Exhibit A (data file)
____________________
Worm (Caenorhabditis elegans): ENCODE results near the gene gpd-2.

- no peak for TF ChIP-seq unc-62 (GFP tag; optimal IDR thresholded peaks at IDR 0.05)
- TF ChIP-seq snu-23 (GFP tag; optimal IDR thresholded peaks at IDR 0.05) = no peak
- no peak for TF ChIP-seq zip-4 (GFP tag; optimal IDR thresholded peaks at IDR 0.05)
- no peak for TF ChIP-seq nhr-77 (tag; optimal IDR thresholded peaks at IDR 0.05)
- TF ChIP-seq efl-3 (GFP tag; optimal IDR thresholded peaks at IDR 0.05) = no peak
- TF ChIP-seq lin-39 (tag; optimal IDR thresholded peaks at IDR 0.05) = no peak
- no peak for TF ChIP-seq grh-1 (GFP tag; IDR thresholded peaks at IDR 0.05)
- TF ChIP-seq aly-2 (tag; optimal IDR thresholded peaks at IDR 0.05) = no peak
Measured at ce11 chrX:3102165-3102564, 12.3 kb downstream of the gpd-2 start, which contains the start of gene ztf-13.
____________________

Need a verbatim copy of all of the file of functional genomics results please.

Worm (Caenorhabditis elegans): ENCODE results near the gene gpd-2.

- no peak for TF ChIP-seq unc-62 (GFP tag; optimal IDR thresholded peaks at IDR 0.05)
- TF ChIP-seq snu-23 (GFP tag; optimal IDR thresholded peaks at IDR 0.05) = no peak
- no peak for TF ChIP-seq zip-4 (GFP tag; optimal IDR thresholded peaks at IDR 0.05)
- no peak for TF ChIP-seq nhr-77 (tag; optimal IDR thresholded peaks at IDR 0.05)
- TF ChIP-seq efl-3 (GFP tag; optimal IDR thresholded peaks at IDR 0.05) = no peak
- TF ChIP-seq lin-39 (tag; optimal IDR thresholded peaks at IDR 0.05) = no peak
- no peak for TF ChIP-seq grh-1 (GFP tag; IDR thresholded peaks at IDR 0.05)
- TF ChIP-seq aly-2 (tag; optimal IDR thresholded peaks at IDR 0.05) = no peak
Measured at ce11 chrX:3102165-3102564, 12.3 kb downstream of the gpd-2 start, which contains the start of gene ztf-13.